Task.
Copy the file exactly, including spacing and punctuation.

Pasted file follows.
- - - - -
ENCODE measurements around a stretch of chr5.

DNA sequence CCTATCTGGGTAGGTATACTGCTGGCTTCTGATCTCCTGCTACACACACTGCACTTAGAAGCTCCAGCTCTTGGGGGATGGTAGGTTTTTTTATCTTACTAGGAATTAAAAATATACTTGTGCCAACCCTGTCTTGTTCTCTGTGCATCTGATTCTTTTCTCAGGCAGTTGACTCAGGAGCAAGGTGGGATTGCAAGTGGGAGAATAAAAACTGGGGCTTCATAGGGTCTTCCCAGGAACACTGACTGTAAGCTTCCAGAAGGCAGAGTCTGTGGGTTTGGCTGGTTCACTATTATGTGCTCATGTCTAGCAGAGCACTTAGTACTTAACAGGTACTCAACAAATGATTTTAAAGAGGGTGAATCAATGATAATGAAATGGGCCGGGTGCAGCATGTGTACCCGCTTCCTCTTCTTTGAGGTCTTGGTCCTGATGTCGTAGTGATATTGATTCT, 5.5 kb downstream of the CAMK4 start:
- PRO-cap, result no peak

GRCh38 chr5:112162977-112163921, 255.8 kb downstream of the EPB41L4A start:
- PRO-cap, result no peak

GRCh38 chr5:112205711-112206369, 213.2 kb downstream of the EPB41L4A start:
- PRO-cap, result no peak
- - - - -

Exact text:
ENCODE measurements around a stretch of chr5.

DNA sequence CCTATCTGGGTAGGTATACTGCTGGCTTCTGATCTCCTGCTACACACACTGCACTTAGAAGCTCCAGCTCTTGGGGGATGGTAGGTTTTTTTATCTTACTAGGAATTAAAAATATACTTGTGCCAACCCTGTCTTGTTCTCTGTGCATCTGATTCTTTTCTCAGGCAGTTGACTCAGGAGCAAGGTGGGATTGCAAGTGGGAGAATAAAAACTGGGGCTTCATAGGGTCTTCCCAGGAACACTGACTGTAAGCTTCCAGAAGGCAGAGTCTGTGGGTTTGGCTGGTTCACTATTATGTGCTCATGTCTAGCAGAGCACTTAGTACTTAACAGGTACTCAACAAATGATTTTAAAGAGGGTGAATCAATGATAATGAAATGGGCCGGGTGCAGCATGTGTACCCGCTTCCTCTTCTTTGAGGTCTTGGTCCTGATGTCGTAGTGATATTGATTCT, 5.5 kb downstream of the CAMK4 start:
- PRO-cap, result no peak

GRCh38 chr5:112162977-112163921, 255.8 kb downstream of the EPB41L4A start:
- PRO-cap, result no peak

GRCh38 chr5:112205711-112206369, 213.2 kb downstream of the EPB41L4A start:
- PRO-cap, result no peak